Rep. Gary Miller

James Rufus Koren, Staff Writer
Posted: 02/07/2010 06:02:13 AM PST

Make it harder for companies to hire illegal immigrant workers, and those illegal immigrants won’t be able to find work. If they can’t find work, they’ll leave.

That’s partly the thinking behind a bill proposed by Rep. Gary Miller, R-Diamond Bar, that would require employers to verify their employees are citizens or otherwise eligible to work in the U.S.

The bill, proposed last year, hasn’t gone anywhere, but Miller plans to push for it and similar legislation with members of a new Congressional group: the Reclaim American Jobs Caucus.

“You’ve got about 15 million people out of work and we’ve got about 8 million illegals working in this country,” Miller said. “If you’re a citizen or you’re here legally, you should have the first opportunity to take that job. It’s very simple.”

Last year, Miller introduced the Loophole Elimination and Verification Enforcement Act – not so subtly called the LEAVE Act – that would, among other things, require employers to verify they are hiring only citizens or immigrants who are allowed to work in the U.S.

He said he wants to force businesses to use E-Verify, a free online program employers can use to check employees’ legal status, and create penalties for employers that break the rules.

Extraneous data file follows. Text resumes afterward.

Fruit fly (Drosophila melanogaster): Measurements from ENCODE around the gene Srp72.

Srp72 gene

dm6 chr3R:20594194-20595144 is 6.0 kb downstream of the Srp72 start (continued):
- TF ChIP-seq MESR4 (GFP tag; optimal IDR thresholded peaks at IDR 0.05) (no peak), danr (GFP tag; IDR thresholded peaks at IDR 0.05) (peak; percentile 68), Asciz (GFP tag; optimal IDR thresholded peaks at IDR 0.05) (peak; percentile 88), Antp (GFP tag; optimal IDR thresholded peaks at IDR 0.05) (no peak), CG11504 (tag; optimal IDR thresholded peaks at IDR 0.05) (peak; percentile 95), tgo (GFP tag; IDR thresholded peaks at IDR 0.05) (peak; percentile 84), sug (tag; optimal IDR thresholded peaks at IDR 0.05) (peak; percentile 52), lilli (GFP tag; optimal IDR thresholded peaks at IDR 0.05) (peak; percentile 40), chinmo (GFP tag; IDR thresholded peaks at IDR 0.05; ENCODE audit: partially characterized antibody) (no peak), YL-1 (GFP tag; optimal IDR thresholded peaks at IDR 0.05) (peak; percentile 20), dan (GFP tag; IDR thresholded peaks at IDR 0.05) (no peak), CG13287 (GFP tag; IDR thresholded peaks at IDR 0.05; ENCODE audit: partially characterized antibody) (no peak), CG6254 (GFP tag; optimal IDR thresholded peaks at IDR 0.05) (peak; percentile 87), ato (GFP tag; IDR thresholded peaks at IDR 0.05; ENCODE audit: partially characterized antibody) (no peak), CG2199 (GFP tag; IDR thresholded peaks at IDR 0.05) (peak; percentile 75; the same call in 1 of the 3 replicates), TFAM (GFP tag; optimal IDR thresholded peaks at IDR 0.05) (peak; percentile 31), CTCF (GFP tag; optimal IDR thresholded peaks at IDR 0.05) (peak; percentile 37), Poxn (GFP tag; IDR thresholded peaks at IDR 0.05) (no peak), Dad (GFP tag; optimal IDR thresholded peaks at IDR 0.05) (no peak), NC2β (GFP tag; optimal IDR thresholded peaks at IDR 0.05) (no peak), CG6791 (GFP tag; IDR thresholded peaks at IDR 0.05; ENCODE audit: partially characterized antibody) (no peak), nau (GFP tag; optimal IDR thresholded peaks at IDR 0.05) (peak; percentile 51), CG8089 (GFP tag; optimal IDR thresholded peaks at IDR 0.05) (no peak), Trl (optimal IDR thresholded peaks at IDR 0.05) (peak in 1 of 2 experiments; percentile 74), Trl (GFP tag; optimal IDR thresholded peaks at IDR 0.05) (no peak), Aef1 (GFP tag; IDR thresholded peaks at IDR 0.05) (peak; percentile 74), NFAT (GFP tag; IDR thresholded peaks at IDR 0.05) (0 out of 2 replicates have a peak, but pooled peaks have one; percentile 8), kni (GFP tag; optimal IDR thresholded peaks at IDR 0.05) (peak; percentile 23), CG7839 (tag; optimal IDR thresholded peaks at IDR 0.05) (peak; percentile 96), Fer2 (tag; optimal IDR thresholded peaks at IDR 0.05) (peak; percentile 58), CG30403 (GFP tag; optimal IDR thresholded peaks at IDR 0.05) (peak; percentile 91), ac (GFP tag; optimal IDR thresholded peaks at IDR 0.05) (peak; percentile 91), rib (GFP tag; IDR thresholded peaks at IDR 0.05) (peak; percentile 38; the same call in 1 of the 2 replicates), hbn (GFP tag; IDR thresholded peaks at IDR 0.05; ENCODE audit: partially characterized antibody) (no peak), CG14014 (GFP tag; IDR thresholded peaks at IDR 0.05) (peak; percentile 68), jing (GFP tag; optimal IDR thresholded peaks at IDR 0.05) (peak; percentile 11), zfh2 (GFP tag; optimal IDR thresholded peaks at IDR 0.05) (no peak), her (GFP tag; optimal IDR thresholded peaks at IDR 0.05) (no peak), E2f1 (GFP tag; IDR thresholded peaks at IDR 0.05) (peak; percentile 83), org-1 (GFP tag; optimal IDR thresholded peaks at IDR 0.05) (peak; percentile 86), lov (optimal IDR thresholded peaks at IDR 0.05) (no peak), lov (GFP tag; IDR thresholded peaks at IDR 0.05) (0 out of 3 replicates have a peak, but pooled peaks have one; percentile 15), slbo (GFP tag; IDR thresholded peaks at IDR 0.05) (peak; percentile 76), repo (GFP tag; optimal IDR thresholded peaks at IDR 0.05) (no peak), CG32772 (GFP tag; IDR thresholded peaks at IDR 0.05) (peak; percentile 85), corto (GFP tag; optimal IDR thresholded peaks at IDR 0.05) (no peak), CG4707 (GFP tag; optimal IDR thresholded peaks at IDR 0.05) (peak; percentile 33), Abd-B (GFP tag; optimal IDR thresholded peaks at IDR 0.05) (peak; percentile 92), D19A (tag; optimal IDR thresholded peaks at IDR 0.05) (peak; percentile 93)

“If you’ve proven to repeatedly hire illegals, there should be some consequence for that,” Miller said.

That’s something the business community and immigrant rights groups have traditionally rejected.

Jack Brown, chief executive officer of Stater Bros. – San Bernardino County’s largest employer – said the grocery store chain does not use E-Verify because it has its own verification system and already has “enough federal supervision.”

And the Los Angeles-based National Immigration Law Center, say E-Verify can improperly screen out legal immigrants, especially naturalized citizens born outside of the country.

In a February 2009 report, the NILC reported that about one in 10 foreign-born U.S. citizens are initially flagged as not eligible to work by E-Verify, while the same happens to just one in 1,000 native-born citizens.

Miller said he understands why illegal immigrants come to the U.S.: They know they will be able to find work.

“They’re trying to better themselves,” he said. “Those who are here illegally can and will work cheaper.”

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